Lisa Hoover 0 Junior Poster

Few things are more cringe-inducing than admitting to your boss that you lost your company-issued laptop. No matter how careful you are about securing your computer, sometimes all it takes is a second for it to vanish in a crowded airport or bus.

To increase the chances of getting your laptop back, consider installing tracking software designed to help determine where the computer is being used and possibly even who took it. Hopefully, your company would pick up the tab but, if not, the $50 or so you'll spend is worth it for peace of mind.

Jessica Mintz of the Associated Press writes this week about Retriever, a program that automatically displays your contact information at boot-up. That's perfect for getting back a laptop you've accidentally misplaced, and relies on the kindness of strangers. If your machine was stolen outright, however, Retriever can annoy the thief into (hopefully) returning it by displaying a bright yellow banner onscreen every 30 seconds.

If the crook accesses the Internet with your laptop, Retriever will collect information on ISPs and nearby WiFi access points, then send the information to the company's Web site to be shared with cops. Perhaps my favorite feature, though, is the way the application allows you to record a custom message so your laptop can call for help. Imagine a poor sap stealing your computer, sitting in an Internet cafe, and suddenly hearing, "I stole this computer!" blaring from its speakers.

I've already professed my love over at The Apple Blog for Undercover for the way this anti-theft software covers all the bases. Like Retriever, it can track external IP addresses and other Internet connectivity information, but it will also use a MacBook's iSight camera to help determine where a laptop disappeared by snapping screenshots and even glimpses of who's using it.

Once activated, Undercover tinkers with a computer's settings, eventually rendering it unusable. If a crook takes the stolen laptop in for repair, a screensaver activates to indicate the computer is stolen. The makers of Undercover are so confident in their product, they'll refund the money you spent on the app if your computer is never located.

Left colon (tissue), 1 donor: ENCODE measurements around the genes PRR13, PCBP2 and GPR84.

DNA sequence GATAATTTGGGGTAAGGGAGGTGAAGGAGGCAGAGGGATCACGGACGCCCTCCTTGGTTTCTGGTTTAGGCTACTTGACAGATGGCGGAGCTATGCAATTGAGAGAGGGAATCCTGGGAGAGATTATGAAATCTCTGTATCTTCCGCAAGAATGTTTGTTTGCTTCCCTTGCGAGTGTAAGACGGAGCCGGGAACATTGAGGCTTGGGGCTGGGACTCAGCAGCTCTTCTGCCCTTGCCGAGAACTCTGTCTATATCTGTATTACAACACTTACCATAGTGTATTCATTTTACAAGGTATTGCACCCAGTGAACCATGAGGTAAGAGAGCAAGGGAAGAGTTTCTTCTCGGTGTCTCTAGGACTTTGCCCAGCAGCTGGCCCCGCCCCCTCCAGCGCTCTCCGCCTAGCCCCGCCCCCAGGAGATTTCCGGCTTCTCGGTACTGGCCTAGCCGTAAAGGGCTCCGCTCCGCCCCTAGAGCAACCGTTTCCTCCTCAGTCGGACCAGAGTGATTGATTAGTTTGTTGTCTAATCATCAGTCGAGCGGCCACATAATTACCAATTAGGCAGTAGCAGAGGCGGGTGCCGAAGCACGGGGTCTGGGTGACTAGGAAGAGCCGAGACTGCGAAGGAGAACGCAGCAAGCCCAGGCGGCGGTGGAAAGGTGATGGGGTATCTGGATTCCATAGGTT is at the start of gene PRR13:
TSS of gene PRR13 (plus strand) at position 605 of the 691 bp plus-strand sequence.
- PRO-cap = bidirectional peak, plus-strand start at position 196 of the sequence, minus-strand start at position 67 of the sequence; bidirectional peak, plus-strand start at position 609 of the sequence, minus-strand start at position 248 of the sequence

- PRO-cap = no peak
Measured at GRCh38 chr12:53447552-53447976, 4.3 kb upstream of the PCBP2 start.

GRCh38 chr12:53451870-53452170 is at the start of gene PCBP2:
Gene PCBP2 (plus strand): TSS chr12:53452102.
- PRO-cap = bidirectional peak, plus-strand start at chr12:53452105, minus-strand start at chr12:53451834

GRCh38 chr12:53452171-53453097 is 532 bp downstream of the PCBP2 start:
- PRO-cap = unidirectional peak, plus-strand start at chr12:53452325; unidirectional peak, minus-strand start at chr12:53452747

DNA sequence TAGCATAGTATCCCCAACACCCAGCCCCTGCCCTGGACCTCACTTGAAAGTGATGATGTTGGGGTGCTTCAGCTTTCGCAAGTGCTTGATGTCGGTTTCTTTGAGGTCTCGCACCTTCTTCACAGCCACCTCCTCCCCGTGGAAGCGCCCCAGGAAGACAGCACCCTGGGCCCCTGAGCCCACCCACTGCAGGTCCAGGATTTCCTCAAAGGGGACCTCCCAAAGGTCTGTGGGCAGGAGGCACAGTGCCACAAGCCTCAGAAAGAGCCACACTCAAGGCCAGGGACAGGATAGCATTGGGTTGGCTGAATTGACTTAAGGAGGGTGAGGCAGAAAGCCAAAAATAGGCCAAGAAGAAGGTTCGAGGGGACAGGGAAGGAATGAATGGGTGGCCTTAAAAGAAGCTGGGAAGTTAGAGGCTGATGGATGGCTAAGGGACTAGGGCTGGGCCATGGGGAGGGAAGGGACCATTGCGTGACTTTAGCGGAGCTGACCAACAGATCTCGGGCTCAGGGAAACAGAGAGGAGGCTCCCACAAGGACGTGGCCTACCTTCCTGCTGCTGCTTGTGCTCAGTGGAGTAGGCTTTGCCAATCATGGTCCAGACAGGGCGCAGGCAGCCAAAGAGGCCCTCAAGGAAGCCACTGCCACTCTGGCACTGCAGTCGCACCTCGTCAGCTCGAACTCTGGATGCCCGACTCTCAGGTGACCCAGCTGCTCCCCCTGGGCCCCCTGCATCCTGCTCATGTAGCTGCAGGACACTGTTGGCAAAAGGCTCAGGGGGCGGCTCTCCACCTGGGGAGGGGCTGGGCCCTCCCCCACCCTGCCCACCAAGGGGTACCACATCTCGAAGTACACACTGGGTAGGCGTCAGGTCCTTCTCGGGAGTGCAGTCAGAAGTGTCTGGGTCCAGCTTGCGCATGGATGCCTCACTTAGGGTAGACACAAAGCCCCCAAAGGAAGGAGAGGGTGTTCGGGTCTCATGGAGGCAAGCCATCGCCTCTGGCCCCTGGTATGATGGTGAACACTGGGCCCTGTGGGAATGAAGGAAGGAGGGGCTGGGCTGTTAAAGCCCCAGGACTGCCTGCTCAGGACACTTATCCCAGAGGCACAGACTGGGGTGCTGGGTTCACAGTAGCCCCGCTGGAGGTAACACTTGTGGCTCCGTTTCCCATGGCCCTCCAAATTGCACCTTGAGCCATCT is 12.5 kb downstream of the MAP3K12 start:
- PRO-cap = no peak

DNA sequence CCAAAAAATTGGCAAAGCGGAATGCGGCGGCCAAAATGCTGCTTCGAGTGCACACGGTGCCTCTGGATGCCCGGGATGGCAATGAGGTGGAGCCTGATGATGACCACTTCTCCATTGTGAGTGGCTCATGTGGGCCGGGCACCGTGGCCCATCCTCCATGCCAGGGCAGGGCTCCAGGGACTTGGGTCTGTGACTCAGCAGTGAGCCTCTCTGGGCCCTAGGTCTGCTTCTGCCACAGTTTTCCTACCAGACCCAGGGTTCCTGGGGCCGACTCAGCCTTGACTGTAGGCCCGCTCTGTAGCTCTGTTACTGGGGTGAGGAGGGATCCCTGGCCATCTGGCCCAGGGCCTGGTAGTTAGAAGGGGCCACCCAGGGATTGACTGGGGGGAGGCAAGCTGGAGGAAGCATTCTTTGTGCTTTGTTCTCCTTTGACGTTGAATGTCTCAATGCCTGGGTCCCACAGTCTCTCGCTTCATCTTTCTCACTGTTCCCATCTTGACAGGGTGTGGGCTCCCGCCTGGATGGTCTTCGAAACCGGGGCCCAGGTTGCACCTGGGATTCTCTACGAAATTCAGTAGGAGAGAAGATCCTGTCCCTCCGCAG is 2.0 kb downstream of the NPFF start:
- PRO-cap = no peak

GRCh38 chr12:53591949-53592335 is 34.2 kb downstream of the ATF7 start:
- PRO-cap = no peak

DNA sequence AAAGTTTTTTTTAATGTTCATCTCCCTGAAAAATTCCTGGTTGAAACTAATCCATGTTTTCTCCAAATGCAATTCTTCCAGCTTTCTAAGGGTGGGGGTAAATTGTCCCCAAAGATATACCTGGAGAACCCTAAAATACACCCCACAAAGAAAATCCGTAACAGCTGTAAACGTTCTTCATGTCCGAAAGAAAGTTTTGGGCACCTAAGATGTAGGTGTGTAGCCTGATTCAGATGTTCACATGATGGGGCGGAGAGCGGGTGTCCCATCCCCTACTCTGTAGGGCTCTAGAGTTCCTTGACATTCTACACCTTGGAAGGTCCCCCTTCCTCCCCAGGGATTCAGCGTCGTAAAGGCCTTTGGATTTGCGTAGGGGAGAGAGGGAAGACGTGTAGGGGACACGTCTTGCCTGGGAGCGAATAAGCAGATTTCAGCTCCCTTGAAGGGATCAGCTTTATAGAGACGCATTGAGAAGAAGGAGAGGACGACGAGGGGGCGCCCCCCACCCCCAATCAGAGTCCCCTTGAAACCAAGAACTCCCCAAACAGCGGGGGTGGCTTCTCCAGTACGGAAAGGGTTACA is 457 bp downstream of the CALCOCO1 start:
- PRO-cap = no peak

One of the most well-known anti-theft software systems on the market is LoJack for Laptops. The standard edition is sufficient for securing a single computer, but if you want to lock down all of your company's laptops, then check out the corporate version. It gives you access to the "Theft Recovery Team" which works with more than 1,000 police departments across the country to call in local assistance to find your missing computers. The LoJack corporate edition, which includes geolocation tracking, also lets you wipe data remotely so sensitive information won't fall into someone else's hands.

Of course there's no way to prevent laptop theft entirely. Best practices dictate that you take precautionary steps whenever you take your computer out in public -- never leave it unattended and stow it for travel in a nondescript bag. If you are a victim of theft, however, at least these types of services offer some hope your computer will be returned. Thanks to the remote disabling options they offer, even if you never see your laptop again at least you'll take comfort knowing your anti-theft software has rendered your computer into nothing more than a large paperweight.